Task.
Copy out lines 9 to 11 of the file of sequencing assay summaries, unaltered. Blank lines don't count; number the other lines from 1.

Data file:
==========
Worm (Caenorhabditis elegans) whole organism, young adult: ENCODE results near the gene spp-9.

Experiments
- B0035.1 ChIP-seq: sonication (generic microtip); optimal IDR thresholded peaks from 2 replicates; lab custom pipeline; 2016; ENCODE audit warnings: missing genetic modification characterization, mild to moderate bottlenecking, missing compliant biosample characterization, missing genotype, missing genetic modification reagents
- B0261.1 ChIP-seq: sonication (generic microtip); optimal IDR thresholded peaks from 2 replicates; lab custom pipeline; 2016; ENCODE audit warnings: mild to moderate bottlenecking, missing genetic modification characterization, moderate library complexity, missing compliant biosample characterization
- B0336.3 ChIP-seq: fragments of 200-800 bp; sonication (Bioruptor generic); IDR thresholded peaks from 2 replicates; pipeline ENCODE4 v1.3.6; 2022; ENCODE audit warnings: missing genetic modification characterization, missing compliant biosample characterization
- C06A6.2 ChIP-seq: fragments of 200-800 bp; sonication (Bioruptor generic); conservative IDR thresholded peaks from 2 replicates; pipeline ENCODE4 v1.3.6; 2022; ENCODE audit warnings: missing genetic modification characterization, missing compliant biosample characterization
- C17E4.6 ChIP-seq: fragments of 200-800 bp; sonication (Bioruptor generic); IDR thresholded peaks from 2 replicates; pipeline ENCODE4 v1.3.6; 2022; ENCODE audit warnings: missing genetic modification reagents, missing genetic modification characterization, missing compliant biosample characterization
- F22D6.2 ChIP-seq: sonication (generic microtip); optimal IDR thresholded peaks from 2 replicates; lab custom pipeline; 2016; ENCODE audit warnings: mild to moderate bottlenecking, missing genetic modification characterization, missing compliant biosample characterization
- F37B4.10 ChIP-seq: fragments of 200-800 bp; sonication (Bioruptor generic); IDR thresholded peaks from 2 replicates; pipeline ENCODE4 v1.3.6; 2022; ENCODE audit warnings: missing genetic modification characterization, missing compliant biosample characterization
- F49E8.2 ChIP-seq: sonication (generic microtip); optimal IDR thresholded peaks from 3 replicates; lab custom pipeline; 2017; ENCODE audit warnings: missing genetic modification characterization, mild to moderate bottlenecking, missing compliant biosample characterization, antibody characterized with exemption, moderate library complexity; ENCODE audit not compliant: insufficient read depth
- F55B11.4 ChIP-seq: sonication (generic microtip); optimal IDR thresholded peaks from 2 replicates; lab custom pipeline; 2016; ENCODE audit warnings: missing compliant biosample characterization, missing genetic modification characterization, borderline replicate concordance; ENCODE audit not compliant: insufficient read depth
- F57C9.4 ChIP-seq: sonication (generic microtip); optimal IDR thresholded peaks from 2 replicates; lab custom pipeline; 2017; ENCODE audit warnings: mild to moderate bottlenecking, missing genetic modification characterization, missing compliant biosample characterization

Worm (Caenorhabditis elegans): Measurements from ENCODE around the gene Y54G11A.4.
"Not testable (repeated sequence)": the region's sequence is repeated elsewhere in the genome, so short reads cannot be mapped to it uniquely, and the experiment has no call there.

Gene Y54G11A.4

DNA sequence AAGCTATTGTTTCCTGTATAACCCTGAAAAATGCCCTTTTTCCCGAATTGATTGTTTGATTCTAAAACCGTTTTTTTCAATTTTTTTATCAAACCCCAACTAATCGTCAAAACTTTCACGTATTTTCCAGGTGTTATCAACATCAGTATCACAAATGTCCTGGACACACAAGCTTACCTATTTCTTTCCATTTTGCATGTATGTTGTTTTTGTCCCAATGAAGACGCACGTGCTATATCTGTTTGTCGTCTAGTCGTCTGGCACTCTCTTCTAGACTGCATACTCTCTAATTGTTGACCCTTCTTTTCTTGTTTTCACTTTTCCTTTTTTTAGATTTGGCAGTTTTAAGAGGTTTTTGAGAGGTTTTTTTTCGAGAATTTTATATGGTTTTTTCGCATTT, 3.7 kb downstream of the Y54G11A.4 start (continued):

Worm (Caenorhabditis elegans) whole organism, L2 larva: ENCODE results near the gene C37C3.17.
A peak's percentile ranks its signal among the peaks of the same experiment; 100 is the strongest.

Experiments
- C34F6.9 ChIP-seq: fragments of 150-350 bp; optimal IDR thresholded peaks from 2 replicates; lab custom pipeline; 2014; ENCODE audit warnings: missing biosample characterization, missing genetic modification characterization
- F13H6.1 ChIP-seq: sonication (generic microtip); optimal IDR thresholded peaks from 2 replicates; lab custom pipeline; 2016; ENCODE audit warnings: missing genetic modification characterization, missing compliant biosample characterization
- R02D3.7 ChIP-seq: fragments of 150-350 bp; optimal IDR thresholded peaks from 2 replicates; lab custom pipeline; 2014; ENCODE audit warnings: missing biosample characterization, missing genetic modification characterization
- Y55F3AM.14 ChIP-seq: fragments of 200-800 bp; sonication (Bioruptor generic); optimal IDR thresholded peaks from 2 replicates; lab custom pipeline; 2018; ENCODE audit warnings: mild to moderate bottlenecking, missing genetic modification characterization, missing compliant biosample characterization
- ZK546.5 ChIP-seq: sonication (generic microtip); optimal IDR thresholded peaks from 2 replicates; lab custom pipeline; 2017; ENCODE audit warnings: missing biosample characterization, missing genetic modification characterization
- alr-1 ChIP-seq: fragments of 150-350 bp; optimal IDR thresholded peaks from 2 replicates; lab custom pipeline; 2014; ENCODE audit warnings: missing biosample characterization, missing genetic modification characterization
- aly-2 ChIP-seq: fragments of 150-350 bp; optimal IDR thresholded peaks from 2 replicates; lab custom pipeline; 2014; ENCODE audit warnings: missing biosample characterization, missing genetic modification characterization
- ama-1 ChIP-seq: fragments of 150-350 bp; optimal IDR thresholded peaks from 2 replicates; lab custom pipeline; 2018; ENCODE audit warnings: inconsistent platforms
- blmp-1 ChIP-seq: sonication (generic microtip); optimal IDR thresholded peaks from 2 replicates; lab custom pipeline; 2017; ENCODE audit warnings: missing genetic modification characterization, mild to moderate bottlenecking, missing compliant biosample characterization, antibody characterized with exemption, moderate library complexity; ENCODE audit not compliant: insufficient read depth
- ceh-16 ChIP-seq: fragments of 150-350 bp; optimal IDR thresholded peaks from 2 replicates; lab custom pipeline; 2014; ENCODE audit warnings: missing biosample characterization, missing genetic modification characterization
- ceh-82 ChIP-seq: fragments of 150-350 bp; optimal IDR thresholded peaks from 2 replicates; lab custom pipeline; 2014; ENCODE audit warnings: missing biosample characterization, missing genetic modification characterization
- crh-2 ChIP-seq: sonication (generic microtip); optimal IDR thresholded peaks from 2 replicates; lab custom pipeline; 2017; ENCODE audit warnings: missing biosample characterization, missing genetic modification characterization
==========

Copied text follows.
- F37B4.10 ChIP-seq: fragments of 200-800 bp; sonication (Bioruptor generic); IDR thresholded peaks from 2 replicates; pipeline ENCODE4 v1.3.6; 2022; ENCODE audit warnings: missing genetic modification characterization, missing compliant biosample characterization
- F49E8.2 ChIP-seq: sonication (generic microtip); optimal IDR thresholded peaks from 3 replicates; lab custom pipeline; 2017; ENCODE audit warnings: missing genetic modification characterization, mild to moderate bottlenecking, missing compliant biosample characterization, antibody characterized with exemption, moderate library complexity; ENCODE audit not compliant: insufficient read depth
- F55B11.4 ChIP-seq: sonication (generic microtip); optimal IDR thresholded peaks from 2 replicates; lab custom pipeline; 2016; ENCODE audit warnings: missing compliant biosample characterization, missing genetic modification characterization, borderline replicate concordance; ENCODE audit not compliant: insufficient read depth